ID of the certificate changes on every reissue. Part of the idea I'm
after is of course to have a canonical identity (i.e. the primary
DNS name, or whatever you want it to be) which just gets
reauthenticated at regular intervals, but doesn't change.

Thanks for your challenging questions. I'm well aware that this
isn't exactly postfix-users material, but it's helping me
tremendously, and I hope others also find this interesting. I do
hope Postfix will benefit from this long-term, by way of docs, or
something like check_certname_access or whatever we come up with.

Cheers,

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Re: Authenticating clients based on CA/CN-match

martin f krafft-2
In reply to this post by Wietse Venema
also sprach Wietse Venema <[hidden email]> [2017-09-17 21:51 +0200]:
> I wonder, if this is used for 'internal' email traffic, why bother
> with certificates that require frequent renewal? If the organization
> is that large, I would expect that all external email is handled
> by relay hosts on the perimeter, instead of allowing direct mail
> from random 'internal' hosts.

That's precisely what we're trying to do, except the perimeter is
non-physical as the hosts are spread across the 'Net, and there's no
consistent VPN, unfortunately.

So yes, all external mail is handled by a defined set of relay hosts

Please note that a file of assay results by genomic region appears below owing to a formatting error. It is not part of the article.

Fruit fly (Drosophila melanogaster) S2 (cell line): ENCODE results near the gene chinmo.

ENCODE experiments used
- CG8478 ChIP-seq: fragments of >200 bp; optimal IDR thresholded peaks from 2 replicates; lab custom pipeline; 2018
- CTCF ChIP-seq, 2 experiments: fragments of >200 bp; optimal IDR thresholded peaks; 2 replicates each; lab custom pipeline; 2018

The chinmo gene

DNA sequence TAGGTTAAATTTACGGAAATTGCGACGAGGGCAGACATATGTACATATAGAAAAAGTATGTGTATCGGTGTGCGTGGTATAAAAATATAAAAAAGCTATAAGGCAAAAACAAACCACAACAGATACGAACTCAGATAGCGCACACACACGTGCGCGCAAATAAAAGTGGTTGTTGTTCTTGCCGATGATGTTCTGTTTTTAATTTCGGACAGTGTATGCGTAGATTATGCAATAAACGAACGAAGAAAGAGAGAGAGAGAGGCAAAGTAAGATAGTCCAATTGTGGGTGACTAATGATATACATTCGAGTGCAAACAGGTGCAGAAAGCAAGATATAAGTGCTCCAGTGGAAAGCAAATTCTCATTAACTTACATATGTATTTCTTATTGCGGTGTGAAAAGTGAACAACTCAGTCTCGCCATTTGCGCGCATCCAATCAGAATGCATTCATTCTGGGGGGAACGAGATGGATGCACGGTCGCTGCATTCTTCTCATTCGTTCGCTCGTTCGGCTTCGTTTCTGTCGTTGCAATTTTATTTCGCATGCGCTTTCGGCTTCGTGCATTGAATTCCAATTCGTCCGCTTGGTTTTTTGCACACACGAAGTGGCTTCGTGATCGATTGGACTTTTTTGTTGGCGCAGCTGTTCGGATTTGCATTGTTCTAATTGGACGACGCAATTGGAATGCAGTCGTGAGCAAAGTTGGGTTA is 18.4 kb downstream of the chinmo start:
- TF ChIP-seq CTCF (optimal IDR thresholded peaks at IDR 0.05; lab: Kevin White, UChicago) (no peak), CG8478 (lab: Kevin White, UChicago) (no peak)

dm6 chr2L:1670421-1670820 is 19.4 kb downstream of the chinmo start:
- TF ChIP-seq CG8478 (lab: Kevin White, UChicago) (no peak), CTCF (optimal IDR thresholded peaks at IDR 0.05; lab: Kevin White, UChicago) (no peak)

on the perimeter, but we need a sensible way to authorize access to
those relay hosts. I'd prefer certificates over SASL passwords, and
I think that the ease of using letsencrypt far outweighs the
additional security we'd get in return for the effort required to
manage our own PKI.

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Re: Authenticating clients based on CA/CN-match

Viktor Dukhovni
In reply to this post by martin f krafft-2
On Sun, Sep 17, 2017 at 11:04:47PM +0200, martin f krafft wrote:

> > I think you're saying your organization places machines you
> > (collectively) build on other people's networks, but the machines
> > need to send call home to send email, which is sometimes outbound
> > to other domains?
>
> I'll go with that.
>
> > How does one of these far-flug clients get an LE certificate in
> > your domain in the first place?
>
> We control the DNS infrastructure centrally in all cases (using
> DNSSEC, of course), and so we issue them centrally. They are
> currently deployed over SSH tunnels to the hosts.

So your certral system generates the keys, and obtains the LE
certificates on behalf of the far-flung hosts?  And then pushes
these keys to the hosts over an SSH tunnel?

Is that only for the initial key issuance?  And then each host
rotates the certs independently of the central system using the
existing key to authenticate to LE?

I am curious why you want to rotate the submission TLS client keys.
If you are able to centrally push keys to the hosts, why bother
with a CA at all?  Why not generate a self-signed key+cert, store
the fingerprint in a database, and leave LE out of it?  The key
would not change for the lifetime of the host.

> > I am trying to understand why you want to delegate relay control
> > decisions for your domain to LE.
>
> It's a valid question, for sure. But I wouldn't say we delegate
> relay control decisions to LE per se. Of course they'd become part
> of the equation and could abuse it, but that'd be the end of their
> story, too.

Well, any certificate they issue in the future for your domain
becomes valid for relay host access.  It seems rather permissive.
Sure the domain is yours, and perhaps you trust all the variants